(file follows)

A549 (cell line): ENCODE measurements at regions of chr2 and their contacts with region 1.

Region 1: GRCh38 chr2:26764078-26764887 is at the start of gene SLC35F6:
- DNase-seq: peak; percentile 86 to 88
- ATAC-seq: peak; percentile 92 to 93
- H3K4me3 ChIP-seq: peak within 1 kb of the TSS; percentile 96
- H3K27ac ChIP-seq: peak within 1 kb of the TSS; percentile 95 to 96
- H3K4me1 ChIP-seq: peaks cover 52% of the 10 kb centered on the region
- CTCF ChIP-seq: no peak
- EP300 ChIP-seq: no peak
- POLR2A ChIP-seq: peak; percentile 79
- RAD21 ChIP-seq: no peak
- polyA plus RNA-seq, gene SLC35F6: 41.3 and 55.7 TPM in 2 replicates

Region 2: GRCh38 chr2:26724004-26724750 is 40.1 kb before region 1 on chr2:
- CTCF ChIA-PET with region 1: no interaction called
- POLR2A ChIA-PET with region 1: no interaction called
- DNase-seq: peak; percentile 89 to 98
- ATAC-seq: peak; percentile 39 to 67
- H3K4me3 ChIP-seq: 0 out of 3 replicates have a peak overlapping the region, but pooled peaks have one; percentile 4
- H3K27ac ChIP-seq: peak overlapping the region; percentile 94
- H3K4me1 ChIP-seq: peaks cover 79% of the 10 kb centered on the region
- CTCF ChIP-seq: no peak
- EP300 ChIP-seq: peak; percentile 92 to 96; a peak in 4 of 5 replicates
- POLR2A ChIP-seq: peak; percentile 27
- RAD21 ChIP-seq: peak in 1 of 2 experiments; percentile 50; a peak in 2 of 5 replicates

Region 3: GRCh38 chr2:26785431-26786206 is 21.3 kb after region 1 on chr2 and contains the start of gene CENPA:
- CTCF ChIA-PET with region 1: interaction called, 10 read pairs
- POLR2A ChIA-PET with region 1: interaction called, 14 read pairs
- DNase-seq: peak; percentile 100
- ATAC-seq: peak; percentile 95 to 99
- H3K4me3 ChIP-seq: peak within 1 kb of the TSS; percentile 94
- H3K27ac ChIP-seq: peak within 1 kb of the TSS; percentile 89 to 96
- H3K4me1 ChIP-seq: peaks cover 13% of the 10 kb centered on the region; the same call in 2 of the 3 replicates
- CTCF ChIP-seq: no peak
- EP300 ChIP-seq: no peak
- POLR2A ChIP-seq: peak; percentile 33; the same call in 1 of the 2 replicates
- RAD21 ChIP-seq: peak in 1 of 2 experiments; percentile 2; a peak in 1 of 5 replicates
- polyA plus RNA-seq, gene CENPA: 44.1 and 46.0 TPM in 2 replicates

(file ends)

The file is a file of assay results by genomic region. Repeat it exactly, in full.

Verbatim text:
A549 (cell line): ENCODE measurements at regions of chr2 and their contacts with region 1.

Region 1: GRCh38 chr2:26764078-26764887 is at the start of gene SLC35F6:
- DNase-seq: peak; percentile 86 to 88
- ATAC-seq: peak; percentile 92 to 93
- H3K4me3 ChIP-seq: peak within 1 kb of the TSS; percentile 96
- H3K27ac ChIP-seq: peak within 1 kb of the TSS; percentile 95 to 96
- H3K4me1 ChIP-seq: peaks cover 52% of the 10 kb centered on the region
- CTCF ChIP-seq: no peak
- EP300 ChIP-seq: no peak
- POLR2A ChIP-seq: peak; percentile 79
- RAD21 ChIP-seq: no peak
- polyA plus RNA-seq, gene SLC35F6: 41.3 and 55.7 TPM in 2 replicates

Region 2: GRCh38 chr2:26724004-26724750 is 40.1 kb before region 1 on chr2:
- CTCF ChIA-PET with region 1: no interaction called
- POLR2A ChIA-PET with region 1: no interaction called
- DNase-seq: peak; percentile 89 to 98
- ATAC-seq: peak; percentile 39 to 67
- H3K4me3 ChIP-seq: 0 out of 3 replicates have a peak overlapping the region, but pooled peaks have one; percentile 4
- H3K27ac ChIP-seq: peak overlapping the region; percentile 94
- H3K4me1 ChIP-seq: peaks cover 79% of the 10 kb centered on the region
- CTCF ChIP-seq: no peak
- EP300 ChIP-seq: peak; percentile 92 to 96; a peak in 4 of 5 replicates
- POLR2A ChIP-seq: peak; percentile 27
- RAD21 ChIP-seq: peak in 1 of 2 experiments; percentile 50; a peak in 2 of 5 replicates

Region 3: GRCh38 chr2:26785431-26786206 is 21.3 kb after region 1 on chr2 and contains the start of gene CENPA:
- CTCF ChIA-PET with region 1: interaction called, 10 read pairs
- POLR2A ChIA-PET with region 1: interaction called, 14 read pairs
- DNase-seq: peak; percentile 100
- ATAC-seq: peak; percentile 95 to 99
- H3K4me3 ChIP-seq: peak within 1 kb of the TSS; percentile 94
- H3K27ac ChIP-seq: peak within 1 kb of the TSS; percentile 89 to 96
- H3K4me1 ChIP-seq: peaks cover 13% of the 10 kb centered on the region; the same call in 2 of the 3 replicates
- CTCF ChIP-seq: no peak
- EP300 ChIP-seq: no peak
- POLR2A ChIP-seq: peak; percentile 33; the same call in 1 of the 2 replicates
- RAD21 ChIP-seq: peak in 1 of 2 experiments; percentile 2; a peak in 1 of 5 replicates
- polyA plus RNA-seq, gene CENPA: 44.1 and 46.0 TPM in 2 replicates